Community and Regional Planning Program


First Advisor

Gordon Scholz

Date of this Version



Poindexter, K. 1995. Legislation and Education as Strategies to Reduce Behavioral Health Risk Factors in the State of Nebraska. MCRP thesis, University of Nebraska.


A THESIS Presented to the Faculty of The Graduate College in the University of Nebraska In Partial Fulfillment of Requirements For the Degree of Master of Community & Regional Planning, Major: Community & Regional Planning, Under the Supervision of Professor Gordon Scholz. Lincoln, Nebraska: December, 1995

Copyright (c) 1995 Kimberly M. Poindexter


In the interest of improving health care planning and practice, this paper exami~es legislation and educational strategies designed to reduce behavioral health risk factors in the state of Nebraska and the United States. The growing problem of modifying health behavior in the nation and Nebraska is reviewed, including trends in seat belt use, drinking and driving, smoking, hypertension, obesity, and sedentary lifestyle. Nebraska's rate of death associated with these risk factors is higher than the national average. Several of the strategies which Nebraska and the United States have implemented are reviewed.

Legislation to reduce the prevalence of seat belt nonuse, drinking and driving, and smoking, is one prevention strategy which has been developed and implemented in both Nebraska and the United States, although levels of enforcement and type of penalties vary.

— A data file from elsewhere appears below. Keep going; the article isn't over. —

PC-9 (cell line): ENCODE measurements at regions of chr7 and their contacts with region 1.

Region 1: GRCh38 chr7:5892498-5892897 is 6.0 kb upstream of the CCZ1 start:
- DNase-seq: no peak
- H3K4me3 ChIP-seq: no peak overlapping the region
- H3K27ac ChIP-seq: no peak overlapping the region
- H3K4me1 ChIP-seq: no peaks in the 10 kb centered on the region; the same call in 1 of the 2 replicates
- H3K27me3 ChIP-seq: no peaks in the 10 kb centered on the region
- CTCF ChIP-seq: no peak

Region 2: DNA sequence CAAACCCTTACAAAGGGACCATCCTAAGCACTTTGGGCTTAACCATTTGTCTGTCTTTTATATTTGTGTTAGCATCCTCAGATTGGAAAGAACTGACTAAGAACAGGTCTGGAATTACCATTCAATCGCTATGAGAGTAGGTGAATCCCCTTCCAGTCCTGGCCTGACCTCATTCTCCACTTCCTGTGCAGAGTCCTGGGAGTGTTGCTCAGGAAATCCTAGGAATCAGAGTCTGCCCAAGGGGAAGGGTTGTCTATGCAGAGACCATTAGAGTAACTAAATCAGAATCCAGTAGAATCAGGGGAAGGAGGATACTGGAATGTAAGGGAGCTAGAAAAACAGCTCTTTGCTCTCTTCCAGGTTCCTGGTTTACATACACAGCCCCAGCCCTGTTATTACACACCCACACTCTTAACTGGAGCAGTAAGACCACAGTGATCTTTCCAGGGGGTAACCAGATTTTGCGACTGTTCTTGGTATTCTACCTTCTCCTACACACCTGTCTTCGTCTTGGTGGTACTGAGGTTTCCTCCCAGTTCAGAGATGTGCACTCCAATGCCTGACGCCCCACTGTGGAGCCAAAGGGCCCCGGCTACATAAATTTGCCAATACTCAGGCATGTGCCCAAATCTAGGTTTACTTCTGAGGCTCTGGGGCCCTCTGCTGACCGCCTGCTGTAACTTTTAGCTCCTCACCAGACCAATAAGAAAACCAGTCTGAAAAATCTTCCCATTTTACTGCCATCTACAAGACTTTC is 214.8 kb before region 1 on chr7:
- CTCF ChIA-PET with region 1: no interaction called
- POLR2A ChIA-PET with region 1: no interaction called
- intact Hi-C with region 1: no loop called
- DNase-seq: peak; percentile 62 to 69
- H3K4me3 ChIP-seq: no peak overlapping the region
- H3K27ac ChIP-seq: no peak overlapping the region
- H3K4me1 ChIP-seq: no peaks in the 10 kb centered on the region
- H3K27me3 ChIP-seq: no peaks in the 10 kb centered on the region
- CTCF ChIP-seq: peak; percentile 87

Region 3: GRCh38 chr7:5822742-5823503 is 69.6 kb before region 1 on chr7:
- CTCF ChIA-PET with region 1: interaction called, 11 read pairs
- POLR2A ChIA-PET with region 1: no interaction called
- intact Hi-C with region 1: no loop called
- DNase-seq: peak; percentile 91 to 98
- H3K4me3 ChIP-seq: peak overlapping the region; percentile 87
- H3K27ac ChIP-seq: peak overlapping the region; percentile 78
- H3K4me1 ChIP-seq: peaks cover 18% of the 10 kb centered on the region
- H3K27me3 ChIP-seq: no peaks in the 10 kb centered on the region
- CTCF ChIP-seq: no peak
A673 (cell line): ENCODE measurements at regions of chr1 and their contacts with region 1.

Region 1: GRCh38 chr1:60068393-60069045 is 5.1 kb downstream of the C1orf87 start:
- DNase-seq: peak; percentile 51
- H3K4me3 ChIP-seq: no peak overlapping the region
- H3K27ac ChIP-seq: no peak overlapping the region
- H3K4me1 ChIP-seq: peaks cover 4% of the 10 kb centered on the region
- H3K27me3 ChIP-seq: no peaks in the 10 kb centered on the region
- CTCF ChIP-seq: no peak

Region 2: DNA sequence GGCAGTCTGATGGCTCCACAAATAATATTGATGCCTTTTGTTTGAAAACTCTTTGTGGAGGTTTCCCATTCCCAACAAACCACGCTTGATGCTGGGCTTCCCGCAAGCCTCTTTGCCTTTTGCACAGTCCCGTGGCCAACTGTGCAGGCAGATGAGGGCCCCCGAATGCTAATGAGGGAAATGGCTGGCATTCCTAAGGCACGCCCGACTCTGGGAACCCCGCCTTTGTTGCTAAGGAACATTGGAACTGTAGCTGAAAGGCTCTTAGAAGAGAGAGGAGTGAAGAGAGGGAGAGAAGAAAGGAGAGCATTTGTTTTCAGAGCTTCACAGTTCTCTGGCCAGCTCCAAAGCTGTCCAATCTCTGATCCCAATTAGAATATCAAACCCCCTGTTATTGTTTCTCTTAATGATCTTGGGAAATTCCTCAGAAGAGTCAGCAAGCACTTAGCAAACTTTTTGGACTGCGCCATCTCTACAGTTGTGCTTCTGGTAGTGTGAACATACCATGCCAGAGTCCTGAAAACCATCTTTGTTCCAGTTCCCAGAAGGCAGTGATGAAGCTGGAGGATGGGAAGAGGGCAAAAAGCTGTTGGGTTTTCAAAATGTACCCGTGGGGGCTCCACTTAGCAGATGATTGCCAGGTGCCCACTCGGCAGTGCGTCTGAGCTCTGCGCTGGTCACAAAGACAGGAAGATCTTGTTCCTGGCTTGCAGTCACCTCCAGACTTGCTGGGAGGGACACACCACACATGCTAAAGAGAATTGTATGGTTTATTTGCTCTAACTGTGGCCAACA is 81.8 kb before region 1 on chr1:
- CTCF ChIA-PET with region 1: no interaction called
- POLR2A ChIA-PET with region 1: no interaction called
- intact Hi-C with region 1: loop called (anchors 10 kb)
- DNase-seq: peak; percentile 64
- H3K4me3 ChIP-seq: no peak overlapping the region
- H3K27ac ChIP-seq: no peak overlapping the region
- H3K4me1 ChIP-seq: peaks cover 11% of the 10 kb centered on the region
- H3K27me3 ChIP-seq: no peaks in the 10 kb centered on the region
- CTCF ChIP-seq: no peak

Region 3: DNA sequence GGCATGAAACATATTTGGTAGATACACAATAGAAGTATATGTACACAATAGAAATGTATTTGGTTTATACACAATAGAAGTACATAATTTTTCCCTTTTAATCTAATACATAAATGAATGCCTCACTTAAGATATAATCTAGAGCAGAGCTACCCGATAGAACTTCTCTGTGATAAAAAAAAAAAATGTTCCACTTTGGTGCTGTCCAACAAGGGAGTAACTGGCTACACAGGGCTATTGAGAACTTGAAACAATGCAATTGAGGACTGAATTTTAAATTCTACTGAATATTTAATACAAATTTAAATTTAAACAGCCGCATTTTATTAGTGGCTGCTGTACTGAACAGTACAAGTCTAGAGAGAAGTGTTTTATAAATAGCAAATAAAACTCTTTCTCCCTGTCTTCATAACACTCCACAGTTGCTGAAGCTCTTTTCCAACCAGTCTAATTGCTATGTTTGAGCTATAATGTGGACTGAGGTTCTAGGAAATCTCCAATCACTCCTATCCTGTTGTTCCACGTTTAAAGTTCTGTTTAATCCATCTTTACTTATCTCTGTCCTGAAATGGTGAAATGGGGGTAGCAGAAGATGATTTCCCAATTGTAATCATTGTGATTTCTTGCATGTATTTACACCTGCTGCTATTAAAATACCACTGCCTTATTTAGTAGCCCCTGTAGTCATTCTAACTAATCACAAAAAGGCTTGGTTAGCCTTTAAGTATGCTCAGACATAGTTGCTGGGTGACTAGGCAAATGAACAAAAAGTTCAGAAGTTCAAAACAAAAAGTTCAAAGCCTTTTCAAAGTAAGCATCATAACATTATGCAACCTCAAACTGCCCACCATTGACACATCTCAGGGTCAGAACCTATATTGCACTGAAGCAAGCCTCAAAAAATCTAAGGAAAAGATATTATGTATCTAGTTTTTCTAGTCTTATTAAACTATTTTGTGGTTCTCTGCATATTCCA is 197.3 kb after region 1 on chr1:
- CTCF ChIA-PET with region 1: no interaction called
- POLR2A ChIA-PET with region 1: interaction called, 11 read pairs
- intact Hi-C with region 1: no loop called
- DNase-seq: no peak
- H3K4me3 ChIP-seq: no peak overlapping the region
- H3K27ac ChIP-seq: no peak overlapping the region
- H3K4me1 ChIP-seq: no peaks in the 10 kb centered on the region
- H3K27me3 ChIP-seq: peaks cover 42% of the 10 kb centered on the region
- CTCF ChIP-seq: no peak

Despite legislative action, many people still find ways to violate the laws without punishment; therefore, education plays a critical role in prevention. If programs are targeted to the right demographic groups with the right methodology, legislation may become less important in controlling or modifying human behavior. The most recent national goals and objectives (Healthy People, 1991) developed by the federal government indicated that, although the rate of increase in the number of deaths which can be attributed to poor health behavior is rising more slowly than in previous years, there is still an increase, which ideally should be reversed by the year 2000.

Over the last few decades, both legislative and educational strategies have produced some moderate changes in the overall health of our nation, but with more resources devoted to planning and implementing legislative and educational strategies, Nebraska and the nation overall demonstrate potential for successfully addressing the problems and achieving the goal of preventing deaths due to poor health behavior. Since the financial impact on our health care system and the economy is a very critical issue at the present time, improvements in health care planning and practice, as well as further research and evaluation are warranted.

Adviser: Professor Gordon Scholz